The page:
How scientists can support COVID-19 research from home
March 24, 2020
As the corona virus (COVID-19) pandemic continues, scientists around the world have set up virtual projects to collaborate, share knowledge, resources and data to support drug discovery.
Here we list collaborative projects which you can contribute to – even if you’re working from home.
If you know about another project not listed here please email us at and we will continue to add to this list.
You can also check our other blogs about COVID-19.
Industry Report: Will COVID-19 spark a data revolution in drug discovery?
This report explores how the lessons learnt on collaboration and data integration could change how the pharmaceutical industry works, with practical steps and case studies.
This project is linking volunteers from all areas of STEM to projects fighting the virus. Register with your contact details and area of expertise and the organisers will contact you if there is a project you can support.
(aka COVID Moonshot)
This collaboration has several ways you can contribute.
If you have experience in drug design, you are invited to submit your molecule designs based on fragments. At the time of writing over 750 moecules had been submitted.
Alternatively you can donate via GoFundMe to support the synthesis and testing of compounds once initial computational work is complete.
Finally virologists with access to assays are invited to contact the organisers directly.
This project invites AI scientists to develop text and data mining tools to look at the large CORD-19 dataset. Broken into smaller tasks, the project is a huge collaboration between various companies and organisations including The White House.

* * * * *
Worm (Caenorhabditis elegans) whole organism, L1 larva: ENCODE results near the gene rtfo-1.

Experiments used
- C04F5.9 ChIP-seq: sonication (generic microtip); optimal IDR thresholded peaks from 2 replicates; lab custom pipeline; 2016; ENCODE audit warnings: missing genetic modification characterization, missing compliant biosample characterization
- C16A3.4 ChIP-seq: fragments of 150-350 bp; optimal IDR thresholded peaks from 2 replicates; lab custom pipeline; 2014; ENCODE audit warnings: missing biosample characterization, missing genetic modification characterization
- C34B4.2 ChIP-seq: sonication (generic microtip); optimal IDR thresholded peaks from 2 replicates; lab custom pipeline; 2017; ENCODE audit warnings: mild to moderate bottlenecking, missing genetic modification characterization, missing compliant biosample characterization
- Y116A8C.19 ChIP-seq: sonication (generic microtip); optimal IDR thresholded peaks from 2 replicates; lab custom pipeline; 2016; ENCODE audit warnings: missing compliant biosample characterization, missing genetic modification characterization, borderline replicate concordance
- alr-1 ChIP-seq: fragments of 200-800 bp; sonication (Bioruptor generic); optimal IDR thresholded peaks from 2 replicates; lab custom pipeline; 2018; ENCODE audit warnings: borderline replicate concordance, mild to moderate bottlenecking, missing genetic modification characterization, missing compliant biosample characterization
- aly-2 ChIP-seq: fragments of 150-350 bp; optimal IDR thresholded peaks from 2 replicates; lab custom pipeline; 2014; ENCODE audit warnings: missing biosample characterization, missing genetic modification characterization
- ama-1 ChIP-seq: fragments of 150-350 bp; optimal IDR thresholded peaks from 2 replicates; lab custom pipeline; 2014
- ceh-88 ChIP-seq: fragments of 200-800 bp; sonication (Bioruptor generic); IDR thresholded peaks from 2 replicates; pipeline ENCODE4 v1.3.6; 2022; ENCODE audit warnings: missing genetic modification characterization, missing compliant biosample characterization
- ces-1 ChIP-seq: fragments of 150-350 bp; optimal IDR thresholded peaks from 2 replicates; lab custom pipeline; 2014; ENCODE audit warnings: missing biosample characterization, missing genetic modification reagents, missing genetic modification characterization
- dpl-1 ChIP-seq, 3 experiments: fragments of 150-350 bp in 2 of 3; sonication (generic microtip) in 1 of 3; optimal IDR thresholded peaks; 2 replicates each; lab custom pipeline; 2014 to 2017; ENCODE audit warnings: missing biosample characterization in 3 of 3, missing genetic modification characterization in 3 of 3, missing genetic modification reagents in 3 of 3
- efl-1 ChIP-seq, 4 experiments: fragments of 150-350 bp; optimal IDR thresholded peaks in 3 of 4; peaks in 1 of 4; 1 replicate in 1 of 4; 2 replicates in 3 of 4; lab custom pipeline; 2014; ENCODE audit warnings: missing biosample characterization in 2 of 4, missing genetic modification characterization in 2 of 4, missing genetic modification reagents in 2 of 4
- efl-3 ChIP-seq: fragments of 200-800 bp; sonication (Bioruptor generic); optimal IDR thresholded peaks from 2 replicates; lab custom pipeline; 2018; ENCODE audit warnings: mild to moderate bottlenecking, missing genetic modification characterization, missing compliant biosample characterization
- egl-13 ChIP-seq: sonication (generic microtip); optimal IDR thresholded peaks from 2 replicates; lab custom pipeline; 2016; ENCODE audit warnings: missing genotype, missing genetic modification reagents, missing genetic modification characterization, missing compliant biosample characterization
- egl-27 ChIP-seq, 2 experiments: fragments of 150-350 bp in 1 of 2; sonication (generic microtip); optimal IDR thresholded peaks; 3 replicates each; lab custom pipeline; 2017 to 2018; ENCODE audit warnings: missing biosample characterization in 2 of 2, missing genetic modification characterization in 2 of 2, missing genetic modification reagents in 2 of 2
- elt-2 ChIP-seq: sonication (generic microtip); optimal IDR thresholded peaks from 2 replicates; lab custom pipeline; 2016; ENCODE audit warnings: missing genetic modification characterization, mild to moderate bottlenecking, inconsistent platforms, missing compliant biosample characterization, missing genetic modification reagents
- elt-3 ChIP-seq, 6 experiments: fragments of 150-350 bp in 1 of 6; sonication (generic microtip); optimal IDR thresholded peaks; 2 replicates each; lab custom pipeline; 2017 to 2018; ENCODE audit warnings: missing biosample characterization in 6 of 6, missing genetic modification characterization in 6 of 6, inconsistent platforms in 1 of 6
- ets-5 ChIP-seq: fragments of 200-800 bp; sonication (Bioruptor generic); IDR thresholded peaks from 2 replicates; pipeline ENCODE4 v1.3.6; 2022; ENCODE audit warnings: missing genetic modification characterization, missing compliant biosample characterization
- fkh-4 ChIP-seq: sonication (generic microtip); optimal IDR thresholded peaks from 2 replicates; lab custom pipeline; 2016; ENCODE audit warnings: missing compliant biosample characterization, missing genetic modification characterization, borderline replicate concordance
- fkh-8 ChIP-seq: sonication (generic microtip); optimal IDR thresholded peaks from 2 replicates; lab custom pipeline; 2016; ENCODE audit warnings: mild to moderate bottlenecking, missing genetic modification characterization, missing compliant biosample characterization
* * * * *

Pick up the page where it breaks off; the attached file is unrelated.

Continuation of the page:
The publisher Elsevier have set up this hub information center with around 20,000 papers related to the virus openly available to access.
Additionally, the full text can be downloaded for further data mining and analysis.
This virtual hackathon will bring together scientists from different disciplines and across industry and academia with one common goal. Access to datasets and tools will also be shared in this event by Mindstream-AI and the UK Knowledge Transfer Network.
Register to receive further details as they emerge.
Rather than scientific input, this project is looking to crowdsource information on the severity and spread of the virus. They also welcome self-reporting of healthy people with no symptoms for a complete analysis.
Download the app to self-report symptoms and contribute to the huge study being jointly run by King’s College London, Guy’s and St Thomas’ hospitals and ZOE.
Here the organisers are looking for computer power rather than scientific input. By downloading the Folding at Home software you can donate surplus power on your laptop or PC to run calculations and simulations investigating the proteins and drugs of interest.
Share this blog with your network to spread the word and ensure more scientists contribute to these fantastic projects.
If you know of another project our community may be able to support get in touch via to tell us and we’ll update this list.